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What have humanitarians learned from their response to the Indian Ocean Tsunami and Haiti Earthquake?
|Type of event:
||Online event (Webinar)
||26 January 2015
||1pm to 2.30pm (UK time)
The humanitarian sector will start 2015 marking two significant, but sobering moments in its recent history: the 10th anniversary of the Indian Ocean Tsunami and the 5th anniversary of the Haiti Earthquake. Together, the disasters caused the deaths of over 300,000 people and affected millions more.
Another aftermath that is less talked about is the humanitarian response to this catastrophes. The Indian Ocean Tsunami had the most in-depth and comprehensive evaluation since the Rwanda genocide and the sobering conclusion was that the humanitarian system required a fundamental reorientation in the way it worked. Amongst its main recommendations, it suggested humanitarians had to pay more attention to local structures, be more attuned and sensible in their relationship with affected people and act in a more coordinated manner with other actors in the system.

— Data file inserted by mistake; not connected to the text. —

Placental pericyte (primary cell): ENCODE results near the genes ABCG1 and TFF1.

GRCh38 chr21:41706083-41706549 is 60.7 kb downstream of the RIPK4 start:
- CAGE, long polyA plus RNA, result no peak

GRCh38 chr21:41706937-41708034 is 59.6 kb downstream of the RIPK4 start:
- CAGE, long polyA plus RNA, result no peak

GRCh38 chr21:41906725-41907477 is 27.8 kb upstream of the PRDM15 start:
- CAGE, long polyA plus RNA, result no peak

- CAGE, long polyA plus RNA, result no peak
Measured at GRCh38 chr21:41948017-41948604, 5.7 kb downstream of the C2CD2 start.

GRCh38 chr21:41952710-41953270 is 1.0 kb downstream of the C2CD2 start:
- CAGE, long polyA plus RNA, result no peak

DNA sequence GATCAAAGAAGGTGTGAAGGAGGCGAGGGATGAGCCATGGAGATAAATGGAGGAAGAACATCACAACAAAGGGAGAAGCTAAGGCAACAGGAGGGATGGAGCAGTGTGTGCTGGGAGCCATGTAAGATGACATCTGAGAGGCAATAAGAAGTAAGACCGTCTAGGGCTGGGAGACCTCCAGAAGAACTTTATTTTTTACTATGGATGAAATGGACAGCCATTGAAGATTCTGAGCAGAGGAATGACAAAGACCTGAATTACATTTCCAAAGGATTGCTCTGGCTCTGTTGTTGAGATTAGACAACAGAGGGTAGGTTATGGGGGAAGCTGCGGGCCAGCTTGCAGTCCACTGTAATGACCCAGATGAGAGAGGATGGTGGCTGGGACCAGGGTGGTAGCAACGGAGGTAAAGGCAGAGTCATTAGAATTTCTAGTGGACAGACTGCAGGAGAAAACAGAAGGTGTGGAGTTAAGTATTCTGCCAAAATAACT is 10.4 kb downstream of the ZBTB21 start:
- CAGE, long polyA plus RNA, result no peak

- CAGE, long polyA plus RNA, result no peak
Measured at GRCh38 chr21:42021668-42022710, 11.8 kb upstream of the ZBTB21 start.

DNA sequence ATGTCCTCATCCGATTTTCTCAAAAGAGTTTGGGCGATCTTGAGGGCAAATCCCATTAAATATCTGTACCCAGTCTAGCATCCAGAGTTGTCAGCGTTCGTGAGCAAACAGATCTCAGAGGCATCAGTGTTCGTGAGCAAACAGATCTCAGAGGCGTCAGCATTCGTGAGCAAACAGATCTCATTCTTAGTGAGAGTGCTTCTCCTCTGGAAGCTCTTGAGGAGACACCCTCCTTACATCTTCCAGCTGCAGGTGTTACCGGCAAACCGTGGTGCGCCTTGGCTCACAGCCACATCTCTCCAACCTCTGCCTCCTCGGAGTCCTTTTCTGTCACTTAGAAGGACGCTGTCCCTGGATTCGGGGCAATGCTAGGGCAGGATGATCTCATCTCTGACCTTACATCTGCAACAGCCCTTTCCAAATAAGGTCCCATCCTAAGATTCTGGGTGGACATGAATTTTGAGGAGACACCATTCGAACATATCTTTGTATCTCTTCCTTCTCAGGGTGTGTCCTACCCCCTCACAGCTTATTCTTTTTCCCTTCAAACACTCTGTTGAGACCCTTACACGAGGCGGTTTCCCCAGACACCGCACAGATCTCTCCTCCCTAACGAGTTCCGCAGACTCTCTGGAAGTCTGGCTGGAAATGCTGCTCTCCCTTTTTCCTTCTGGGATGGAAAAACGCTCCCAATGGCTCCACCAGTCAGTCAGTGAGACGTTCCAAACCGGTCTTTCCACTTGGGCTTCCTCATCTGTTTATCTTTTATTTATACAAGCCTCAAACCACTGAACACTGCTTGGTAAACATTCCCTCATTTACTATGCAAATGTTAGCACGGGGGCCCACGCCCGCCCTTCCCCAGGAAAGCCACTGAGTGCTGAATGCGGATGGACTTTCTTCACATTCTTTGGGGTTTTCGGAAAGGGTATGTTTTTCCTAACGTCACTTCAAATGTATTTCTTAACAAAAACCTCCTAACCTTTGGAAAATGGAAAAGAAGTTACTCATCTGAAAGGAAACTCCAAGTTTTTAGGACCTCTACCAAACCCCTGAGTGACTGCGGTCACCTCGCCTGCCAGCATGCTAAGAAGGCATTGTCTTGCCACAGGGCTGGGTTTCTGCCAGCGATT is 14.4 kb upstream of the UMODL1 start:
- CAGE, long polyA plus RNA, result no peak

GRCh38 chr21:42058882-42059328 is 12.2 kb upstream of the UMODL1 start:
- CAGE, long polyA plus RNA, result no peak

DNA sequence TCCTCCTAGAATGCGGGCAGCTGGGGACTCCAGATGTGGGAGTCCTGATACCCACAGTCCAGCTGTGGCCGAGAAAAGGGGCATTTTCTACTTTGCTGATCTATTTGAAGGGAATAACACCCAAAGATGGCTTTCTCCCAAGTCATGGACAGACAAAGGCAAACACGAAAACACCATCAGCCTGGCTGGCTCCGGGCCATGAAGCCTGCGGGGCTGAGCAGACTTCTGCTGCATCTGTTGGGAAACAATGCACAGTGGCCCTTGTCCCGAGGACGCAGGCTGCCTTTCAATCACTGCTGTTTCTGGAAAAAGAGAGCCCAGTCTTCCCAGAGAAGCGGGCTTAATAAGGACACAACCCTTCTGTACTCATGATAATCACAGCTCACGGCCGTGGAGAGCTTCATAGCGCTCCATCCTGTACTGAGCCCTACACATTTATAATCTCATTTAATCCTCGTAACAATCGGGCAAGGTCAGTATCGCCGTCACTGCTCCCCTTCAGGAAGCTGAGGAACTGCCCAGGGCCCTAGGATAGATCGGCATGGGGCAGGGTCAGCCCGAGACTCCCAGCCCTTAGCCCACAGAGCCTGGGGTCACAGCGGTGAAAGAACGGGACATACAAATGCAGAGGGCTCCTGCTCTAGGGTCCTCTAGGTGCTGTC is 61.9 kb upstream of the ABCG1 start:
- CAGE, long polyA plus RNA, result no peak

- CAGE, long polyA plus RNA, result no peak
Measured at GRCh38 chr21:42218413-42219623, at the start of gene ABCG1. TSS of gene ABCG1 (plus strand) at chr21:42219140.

The sector was put to the test five years later, when Haiti was rocked by an Earthquake from which Haitians and humanitarians are still working to recover. Did the system take on board the lessons from the Tsunami when responding to the Haiti Earthquake? Are humanitarians learning to adapt to context? How have these experiences influenced humanitarian programming? What lessons have emerged that we have still to learn and put in practice to improve future responses?
In this ALNAP HPG webinar, ALNAP’s Director John Mitchell will look back at lessons learned from Haiti and the Tsunami together with the following discussants:
Jo da Silva (Director, Arup)
Azwar Hasan (Founder and Chair Person, Forum Bangun Aceh – FBA)
Joe Leitmann (Manager of the Haiti Reconstruction Fund, Lead DRM Specialist, Urban, Resilient, Rural & Social Development, World Bank)
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